The Nissan Sentra looks and feels like a smaller version of the Altima.

Courtesy photo
CNHI News Service

Nissan sells Sentra sedans like Baskin Robbins sells ice cream. No matter what flavor you're in the mood for, they'll probably have it.

Most people probably think of the vanilla Sentra first. It's a straightforward four-door car — basically a smaller, slower version of the Altima — that's good enough for many drivers but not exactly exciting.

But that's just the start.

Nissan sells four different versions of the Sentra with a 2.0-liter engine, plus two more called the SE-R and Spec V that deliver extra speed, for a total of six different cars wearing a Sentra badge.

Then you can sprinkle the options on top.

The end result is a compact car with a wide range of price points and uses, ranging from the cheap and efficient base model to higher end versions that mimic the look and feel of expensive sports sedans.

Five of the six Sentras come with a continuously variable transmission, or CVT, which is perhaps its most interesting feature.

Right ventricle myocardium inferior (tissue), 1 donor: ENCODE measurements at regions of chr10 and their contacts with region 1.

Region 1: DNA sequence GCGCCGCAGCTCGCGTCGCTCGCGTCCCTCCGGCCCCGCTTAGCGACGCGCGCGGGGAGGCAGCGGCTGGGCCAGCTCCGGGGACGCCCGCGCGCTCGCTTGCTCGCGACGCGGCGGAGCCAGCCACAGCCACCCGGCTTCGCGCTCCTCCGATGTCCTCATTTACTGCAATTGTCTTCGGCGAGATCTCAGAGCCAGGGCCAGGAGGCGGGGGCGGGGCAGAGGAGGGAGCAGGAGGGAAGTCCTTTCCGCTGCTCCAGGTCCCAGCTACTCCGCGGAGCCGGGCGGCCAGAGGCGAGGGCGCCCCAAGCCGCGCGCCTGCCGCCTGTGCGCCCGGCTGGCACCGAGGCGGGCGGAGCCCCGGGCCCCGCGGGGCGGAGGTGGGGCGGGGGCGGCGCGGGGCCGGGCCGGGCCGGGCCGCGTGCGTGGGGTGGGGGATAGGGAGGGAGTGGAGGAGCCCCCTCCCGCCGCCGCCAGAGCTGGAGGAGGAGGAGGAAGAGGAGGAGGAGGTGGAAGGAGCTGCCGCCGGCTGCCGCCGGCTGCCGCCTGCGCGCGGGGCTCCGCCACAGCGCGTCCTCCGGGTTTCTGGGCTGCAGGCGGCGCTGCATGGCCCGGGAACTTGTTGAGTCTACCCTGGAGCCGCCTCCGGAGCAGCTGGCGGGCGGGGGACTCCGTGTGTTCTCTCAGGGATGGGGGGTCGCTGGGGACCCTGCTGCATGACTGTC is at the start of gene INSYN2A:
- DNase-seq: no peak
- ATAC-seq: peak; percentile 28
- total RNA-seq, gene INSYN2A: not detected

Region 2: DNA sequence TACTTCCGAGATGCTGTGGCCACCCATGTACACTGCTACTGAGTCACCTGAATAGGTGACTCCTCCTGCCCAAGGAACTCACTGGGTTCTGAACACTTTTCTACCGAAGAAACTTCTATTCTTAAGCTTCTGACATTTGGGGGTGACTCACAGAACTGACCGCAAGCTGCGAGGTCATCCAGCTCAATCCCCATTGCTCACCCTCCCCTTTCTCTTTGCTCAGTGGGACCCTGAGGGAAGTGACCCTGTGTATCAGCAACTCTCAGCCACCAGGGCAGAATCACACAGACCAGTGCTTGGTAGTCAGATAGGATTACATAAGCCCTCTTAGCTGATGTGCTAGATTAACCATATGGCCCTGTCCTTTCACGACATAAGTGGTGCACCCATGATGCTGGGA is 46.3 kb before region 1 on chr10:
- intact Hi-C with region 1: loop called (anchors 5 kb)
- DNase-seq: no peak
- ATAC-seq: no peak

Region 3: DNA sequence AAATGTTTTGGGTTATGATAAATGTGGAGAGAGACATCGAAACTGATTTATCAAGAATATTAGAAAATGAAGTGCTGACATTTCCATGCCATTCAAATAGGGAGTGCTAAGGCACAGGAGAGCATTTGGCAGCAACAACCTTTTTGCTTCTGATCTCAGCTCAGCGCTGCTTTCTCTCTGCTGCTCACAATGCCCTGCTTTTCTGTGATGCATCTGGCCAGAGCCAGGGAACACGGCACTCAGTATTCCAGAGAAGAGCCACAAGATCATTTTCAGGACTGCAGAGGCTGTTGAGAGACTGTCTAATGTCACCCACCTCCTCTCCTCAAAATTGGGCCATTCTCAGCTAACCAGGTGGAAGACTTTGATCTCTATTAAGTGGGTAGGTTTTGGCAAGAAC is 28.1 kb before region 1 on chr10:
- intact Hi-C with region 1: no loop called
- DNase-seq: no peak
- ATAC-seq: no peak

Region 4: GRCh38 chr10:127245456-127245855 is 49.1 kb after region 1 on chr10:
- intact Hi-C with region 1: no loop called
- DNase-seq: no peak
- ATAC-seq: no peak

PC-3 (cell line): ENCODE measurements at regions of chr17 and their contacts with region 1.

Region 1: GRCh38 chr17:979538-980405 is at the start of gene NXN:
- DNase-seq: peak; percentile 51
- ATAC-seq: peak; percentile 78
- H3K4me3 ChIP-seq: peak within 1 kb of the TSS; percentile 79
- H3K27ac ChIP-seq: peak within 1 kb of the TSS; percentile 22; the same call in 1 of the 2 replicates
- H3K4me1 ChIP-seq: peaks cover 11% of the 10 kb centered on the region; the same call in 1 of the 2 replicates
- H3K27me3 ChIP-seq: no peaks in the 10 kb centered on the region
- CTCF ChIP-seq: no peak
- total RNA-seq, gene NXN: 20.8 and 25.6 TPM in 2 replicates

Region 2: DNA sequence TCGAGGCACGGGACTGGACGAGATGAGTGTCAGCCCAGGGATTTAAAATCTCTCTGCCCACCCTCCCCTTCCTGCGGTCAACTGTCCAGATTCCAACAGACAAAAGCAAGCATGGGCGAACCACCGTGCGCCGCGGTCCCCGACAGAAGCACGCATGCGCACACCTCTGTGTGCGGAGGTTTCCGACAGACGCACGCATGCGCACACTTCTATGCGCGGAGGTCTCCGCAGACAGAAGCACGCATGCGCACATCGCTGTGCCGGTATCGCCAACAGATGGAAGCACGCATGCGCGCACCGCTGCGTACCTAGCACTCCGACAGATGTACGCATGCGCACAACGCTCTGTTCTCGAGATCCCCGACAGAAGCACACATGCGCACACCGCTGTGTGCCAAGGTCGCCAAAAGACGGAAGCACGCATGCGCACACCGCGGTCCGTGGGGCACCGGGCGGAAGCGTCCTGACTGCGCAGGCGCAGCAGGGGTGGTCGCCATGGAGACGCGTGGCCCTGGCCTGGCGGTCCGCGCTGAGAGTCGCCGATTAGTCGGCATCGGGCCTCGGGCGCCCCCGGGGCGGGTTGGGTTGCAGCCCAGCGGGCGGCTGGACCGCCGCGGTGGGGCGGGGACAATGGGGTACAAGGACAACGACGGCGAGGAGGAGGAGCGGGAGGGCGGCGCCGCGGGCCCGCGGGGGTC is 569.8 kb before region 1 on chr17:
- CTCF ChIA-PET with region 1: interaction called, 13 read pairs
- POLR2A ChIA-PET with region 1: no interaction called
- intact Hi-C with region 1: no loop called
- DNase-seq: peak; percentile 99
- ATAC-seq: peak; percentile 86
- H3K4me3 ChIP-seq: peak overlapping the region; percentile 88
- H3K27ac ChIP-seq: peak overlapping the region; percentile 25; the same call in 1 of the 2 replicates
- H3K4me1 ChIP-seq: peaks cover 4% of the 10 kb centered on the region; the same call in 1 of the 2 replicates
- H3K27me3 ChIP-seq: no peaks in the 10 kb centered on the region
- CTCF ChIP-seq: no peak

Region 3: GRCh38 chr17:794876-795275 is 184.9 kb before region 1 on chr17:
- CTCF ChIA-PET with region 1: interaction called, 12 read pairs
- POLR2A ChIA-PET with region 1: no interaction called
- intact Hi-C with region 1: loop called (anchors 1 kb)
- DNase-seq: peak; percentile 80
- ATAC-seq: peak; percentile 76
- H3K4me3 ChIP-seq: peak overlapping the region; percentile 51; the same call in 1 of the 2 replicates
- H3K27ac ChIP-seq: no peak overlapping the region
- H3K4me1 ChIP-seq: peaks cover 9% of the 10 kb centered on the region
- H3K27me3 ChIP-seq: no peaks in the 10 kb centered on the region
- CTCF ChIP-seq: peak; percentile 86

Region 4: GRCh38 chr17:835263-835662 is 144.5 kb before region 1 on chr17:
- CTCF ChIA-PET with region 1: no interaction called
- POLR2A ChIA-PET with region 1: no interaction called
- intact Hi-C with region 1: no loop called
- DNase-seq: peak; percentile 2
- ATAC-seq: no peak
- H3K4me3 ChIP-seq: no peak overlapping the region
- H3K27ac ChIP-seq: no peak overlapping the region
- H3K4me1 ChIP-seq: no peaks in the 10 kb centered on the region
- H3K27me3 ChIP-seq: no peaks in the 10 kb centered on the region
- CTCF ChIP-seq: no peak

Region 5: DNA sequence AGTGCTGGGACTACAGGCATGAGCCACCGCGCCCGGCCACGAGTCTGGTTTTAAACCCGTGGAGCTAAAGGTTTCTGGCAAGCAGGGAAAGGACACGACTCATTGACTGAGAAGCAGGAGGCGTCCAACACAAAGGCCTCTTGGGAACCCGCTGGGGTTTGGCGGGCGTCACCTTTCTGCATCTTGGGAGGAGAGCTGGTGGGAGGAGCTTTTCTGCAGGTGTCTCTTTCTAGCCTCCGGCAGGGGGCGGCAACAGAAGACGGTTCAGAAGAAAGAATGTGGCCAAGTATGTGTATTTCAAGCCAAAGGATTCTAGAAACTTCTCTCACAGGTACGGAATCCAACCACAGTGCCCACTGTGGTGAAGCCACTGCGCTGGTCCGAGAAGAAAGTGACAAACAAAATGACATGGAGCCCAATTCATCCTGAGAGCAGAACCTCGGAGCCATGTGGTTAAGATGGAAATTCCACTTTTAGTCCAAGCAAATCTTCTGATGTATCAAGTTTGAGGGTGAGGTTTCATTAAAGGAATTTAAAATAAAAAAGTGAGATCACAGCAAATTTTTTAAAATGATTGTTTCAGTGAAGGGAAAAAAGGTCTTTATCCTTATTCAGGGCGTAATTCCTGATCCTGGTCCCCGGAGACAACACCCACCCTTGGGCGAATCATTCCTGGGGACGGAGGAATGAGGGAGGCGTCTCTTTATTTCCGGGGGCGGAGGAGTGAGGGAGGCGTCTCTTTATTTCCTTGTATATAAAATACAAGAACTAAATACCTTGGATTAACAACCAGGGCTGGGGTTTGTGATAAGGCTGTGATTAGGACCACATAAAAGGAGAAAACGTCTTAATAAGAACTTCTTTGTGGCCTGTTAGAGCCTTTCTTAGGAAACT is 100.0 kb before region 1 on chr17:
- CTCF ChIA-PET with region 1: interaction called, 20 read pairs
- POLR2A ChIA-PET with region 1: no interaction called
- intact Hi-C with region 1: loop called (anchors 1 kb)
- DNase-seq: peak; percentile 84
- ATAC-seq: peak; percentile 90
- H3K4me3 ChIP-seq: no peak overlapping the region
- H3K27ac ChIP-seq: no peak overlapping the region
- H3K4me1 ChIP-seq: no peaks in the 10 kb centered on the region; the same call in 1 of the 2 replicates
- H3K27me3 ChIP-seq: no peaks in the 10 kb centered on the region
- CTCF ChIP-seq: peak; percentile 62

Unlike most automatic transmissions, which shift between different gears as you speed up and slow down, the CVT adjusts seamlessly as you change speed. It's on a continuous spectrum, which results in slightly better gas mileage and acceleration without any noticeable jerks.

The other surprising thing about the Sentra is its size.

It feels like the kind of car that would have been called "mid-size" 10 years ago. There's plenty of space in the front seats, and the back seat isn't cramped unless you try to cram three full-size adults in it.

It also comes with mongo trunk space. Because it has a fairly tall back end, there's lots of volume left in the trunk for cargo, with a nice, big opening to pull bulky items in and out.

The driving feel will vary greatly depending on which flavor of Sentra you buy.

I drove a Sentra 2.0 S this week, which is one step above the base model. It's quiet when doing normal, sane-person driving, but the engine noise can get grating under hard acceleration because of the CVT. It keeps the revs up at ear-piercing highs longer than a normal automatic transmission would.

The suspension is relatively soft for a Japanese car, but still firm enough to feel slightly sporty. You feel a connection with the road in this car more than you do in a Toyota and less than you do in a Honda, making it a nice choice for people who think Hondas are too rough and Toyotas are too boring.

If you want a hard-edged Sentra, you can get the SE-R Spec V, which makes 200 horsepower, has a stiffer suspension and comes with a six-speed manual transmission to bring out the fun.

Pricing starts at $16,250 for the base Sentra 2.0 and ranges up to $20,810 for the Spec V car.

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